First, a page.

Sunday, February 16, 2014

52 Ancestors #6 Charles A. McMechen – Liar, Liar Pants On Fire

52 Ancestors #6 Charles A. McMechen – Liar, Liar Pants On Fire


            We all have them, at least one person in the family who tells tall tales. One of mine was
my great grandfather. He never let anyone see his real past, just the one they he invented for us to see. He came to Philadelphia from Baltimore. He told his family he fought in the Civil War and that was true. But the
truth was not enough for him. He told his family that his father was Judge Thomas McMechen. He said his father was killed by a freed slave on the steps of the court house. Charles received a pension for his Civil War service. After his death my great grandmother applied for a widow’s pension. And while this would reveal some truths no one knew of it for almost a century. I discovered the truth when I visited the National Archives in Washington DC and viewed the pension record. The pension request was investigated a bit more than most since Charles changed his last name three times during the course of the war from McMechen to McMacken to Macken. Add to that the pension people also suspected he was married to someone else and left behind in Baltimore. Not to be outdone by her husband, my great grandmother, Mary seemed to use her sister Bridget’s name at times. All of this led to seeking out Charles’ sister and taking her deposition which was included in the pension record. His sister stated that their father Thomas was a huckster who was killed in a political riot in Baltimore. That fact makes another family mystery that I’d love to unravel.
Well, here is the truth about Charles, at least as far as I’ve been able to discover. Charles was born in Baltimore, Maryland on April 21, 1838. On Aug. 12, 1862, he enlisted in Co. A, 1st Inf. Reg., MD to fight on the Union side during the Civil War. The 25 year old served for the remainder of the Civil War. He was promoted to Corporal on Dec. 6, 1864. According to the database “American Civil War Regiments” the 1st  Maryland Inf. on September, 1862, his regiment fought at Harper’s Ferry. They saw action at Emmetsburg, MD and Snicker’s Gap, VA during 1863. 1864 was very busy year for 1st MD. They fought the Battle of the Wilderness, Laurel Hill, Spotsylvania Court House, Harris’ Farm, Bethesda, Cold Harbor, Mechanicsville, Petersburg, Martinsburg, Weldon Railroad, Reams’ Station, Poplar Grove, Stoney Creek, and other unnamed battles all in Virginia. It was after one of the Stoney Creek battles that Charles was promoted to corporal. The regiment continued to fight in Virginia during 1865. They started at Dabney’s Mills, Hatcher’s Run, South Side Railroad, Five Forks, Petersburg, and White Oak Road. Their last battle was Apr. 1, 1865 at South Side Railroad. Charles mustered out on June 3, 1865. During his military career he also used the following spellings of his last name: McMacken, McMechan, Macken and McMachen. Charles applied for a military invalid pension on September 8, 1899.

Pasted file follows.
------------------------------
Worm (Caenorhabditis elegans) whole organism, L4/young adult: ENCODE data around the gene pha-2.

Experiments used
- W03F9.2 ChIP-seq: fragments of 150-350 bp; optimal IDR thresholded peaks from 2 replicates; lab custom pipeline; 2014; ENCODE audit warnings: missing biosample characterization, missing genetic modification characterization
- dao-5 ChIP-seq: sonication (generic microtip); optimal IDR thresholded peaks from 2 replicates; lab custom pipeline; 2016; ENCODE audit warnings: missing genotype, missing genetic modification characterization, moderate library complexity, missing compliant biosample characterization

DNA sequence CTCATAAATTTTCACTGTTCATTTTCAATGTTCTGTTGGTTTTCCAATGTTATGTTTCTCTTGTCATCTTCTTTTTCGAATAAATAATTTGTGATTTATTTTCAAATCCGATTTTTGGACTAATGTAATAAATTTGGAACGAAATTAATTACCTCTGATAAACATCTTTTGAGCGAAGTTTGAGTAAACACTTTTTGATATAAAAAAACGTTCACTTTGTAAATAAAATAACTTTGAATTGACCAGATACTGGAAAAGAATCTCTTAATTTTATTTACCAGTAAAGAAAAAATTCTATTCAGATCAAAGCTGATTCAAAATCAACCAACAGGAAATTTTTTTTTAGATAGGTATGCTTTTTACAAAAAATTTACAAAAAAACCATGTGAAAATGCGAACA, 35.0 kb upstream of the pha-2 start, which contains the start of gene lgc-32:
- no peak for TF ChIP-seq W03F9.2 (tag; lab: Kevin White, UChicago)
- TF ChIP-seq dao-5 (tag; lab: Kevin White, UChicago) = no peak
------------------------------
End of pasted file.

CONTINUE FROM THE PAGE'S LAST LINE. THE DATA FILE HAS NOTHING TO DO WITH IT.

Sometime after the Civil War he migrated to Philadelphia where on Oct. 18, 1870 he married Mary E. Hayes. At that time he listed his occupation as waterman and was using Mackin as his last name. They were married by George Moore of S. 4th St. This was possibly a Methodist ceremony.
            The couple had five children. Charles Mackin, born abt. 1870, William, born abt. 1872, Margaretta Virginia, born August 10, 1874, Thomas H. Mackin, born abt. 1875, and Harry Freely Mackin, born October 29, 1877. All were born in Philadelphia.
            The 1880 census lists his occupation as a laborer. He lived at 609 Annapolis St., Philadelphia.
            He was a member of the Knights of Pithius. This was an organization similar to the Freemasons. Eventually he was buried along with his wife in the Pithius cemetery, Greenwood, in Philadelphia on Arrott St.
            In 1913, Charles was living at Fillmore and Ferry Aves or possibly at 1209 Locust St, his daughter, Margaretta‘s residence. On March 10 at a little past 7:30 AM, he was all dressed up in a blue serge suit and seemed to taking a short cut to the Kaighn’s Point Ferry for a trip to Philadelphia or returning from a stroll. He was walking between the North and South bound
railroad tracks near the intersection of 3rd and Atlantic. A witness named William Morrison heard an approaching train and called to Charles to look out. He stepped onto the north bound tracks and despite the train whistle didn’t or couldn’t move. He was hit by the train and tossed a dozen feet into the air. The train carried his remains to the terminal. Coroner Saunders found that he died from a severely fractured and disfigured skull and a broken leg. He was identified at the morgue by his granddaughter, probably Caroline Moore. His funeral was held at 1209 Locust St. And that’s the truth.


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